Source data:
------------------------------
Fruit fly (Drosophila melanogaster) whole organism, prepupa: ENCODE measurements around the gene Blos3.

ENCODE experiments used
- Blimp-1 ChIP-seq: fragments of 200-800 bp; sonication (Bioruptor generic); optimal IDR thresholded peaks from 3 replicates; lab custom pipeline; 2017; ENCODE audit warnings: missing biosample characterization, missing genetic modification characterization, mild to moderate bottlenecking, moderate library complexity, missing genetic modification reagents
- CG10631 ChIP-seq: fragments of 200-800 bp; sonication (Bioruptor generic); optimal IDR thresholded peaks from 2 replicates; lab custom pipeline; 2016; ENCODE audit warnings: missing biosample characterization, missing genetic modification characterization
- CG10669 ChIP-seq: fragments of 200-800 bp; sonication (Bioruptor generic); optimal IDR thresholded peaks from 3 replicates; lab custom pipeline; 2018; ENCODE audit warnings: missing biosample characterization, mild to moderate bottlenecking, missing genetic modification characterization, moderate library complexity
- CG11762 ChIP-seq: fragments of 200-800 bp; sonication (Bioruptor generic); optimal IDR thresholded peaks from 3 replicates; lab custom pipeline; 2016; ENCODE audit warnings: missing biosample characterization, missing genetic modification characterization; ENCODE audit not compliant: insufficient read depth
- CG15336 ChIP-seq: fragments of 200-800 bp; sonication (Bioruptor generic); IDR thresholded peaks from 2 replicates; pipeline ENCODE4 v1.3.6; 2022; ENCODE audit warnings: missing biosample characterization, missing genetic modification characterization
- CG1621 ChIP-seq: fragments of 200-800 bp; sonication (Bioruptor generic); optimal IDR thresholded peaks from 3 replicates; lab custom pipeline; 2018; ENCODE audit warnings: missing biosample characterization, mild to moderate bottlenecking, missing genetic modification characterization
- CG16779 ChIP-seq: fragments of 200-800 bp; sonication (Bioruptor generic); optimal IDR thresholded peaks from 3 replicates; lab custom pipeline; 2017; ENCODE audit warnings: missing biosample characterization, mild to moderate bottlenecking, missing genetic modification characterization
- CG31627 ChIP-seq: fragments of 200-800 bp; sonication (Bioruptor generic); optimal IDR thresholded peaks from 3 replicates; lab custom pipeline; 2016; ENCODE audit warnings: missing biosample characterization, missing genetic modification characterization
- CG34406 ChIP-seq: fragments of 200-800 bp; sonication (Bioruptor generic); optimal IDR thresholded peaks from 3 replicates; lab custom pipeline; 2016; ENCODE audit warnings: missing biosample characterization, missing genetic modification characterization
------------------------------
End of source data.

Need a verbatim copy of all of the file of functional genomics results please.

Fruit fly (Drosophila melanogaster) whole organism, prepupa: ENCODE measurements around the gene Blos3.

ENCODE experiments used
- Blimp-1 ChIP-seq: fragments of 200-800 bp; sonication (Bioruptor generic); optimal IDR thresholded peaks from 3 replicates; lab custom pipeline; 2017; ENCODE audit warnings: missing biosample characterization, missing genetic modification characterization, mild to moderate bottlenecking, moderate library complexity, missing genetic modification reagents
- CG10631 ChIP-seq: fragments of 200-800 bp; sonication (Bioruptor generic); optimal IDR thresholded peaks from 2 replicates; lab custom pipeline; 2016; ENCODE audit warnings: missing biosample characterization, missing genetic modification characterization
- CG10669 ChIP-seq: fragments of 200-800 bp; sonication (Bioruptor generic); optimal IDR thresholded peaks from 3 replicates; lab custom pipeline; 2018; ENCODE audit warnings: missing biosample characterization, mild to moderate bottlenecking, missing genetic modification characterization, moderate library complexity
- CG11762 ChIP-seq: fragments of 200-800 bp; sonication (Bioruptor generic); optimal IDR thresholded peaks from 3 replicates; lab custom pipeline; 2016; ENCODE audit warnings: missing biosample characterization, missing genetic modification characterization; ENCODE audit not compliant: insufficient read depth
- CG15336 ChIP-seq: fragments of 200-800 bp; sonication (Bioruptor generic); IDR thresholded peaks from 2 replicates; pipeline ENCODE4 v1.3.6; 2022; ENCODE audit warnings: missing biosample characterization, missing genetic modification characterization
- CG1621 ChIP-seq: fragments of 200-800 bp; sonication (Bioruptor generic); optimal IDR thresholded peaks from 3 replicates; lab custom pipeline; 2018; ENCODE audit warnings: missing biosample characterization, mild to moderate bottlenecking, missing genetic modification characterization
- CG16779 ChIP-seq: fragments of 200-800 bp; sonication (Bioruptor generic); optimal IDR thresholded peaks from 3 replicates; lab custom pipeline; 2017; ENCODE audit warnings: missing biosample characterization, mild to moderate bottlenecking, missing genetic modification characterization
- CG31627 ChIP-seq: fragments of 200-800 bp; sonication (Bioruptor generic); optimal IDR thresholded peaks from 3 replicates; lab custom pipeline; 2016; ENCODE audit warnings: missing biosample characterization, missing genetic modification characterization
- CG34406 ChIP-seq: fragments of 200-800 bp; sonication (Bioruptor generic); optimal IDR thresholded peaks from 3 replicates; lab custom pipeline; 2016; ENCODE audit warnings: missing biosample characterization, missing genetic modification characterization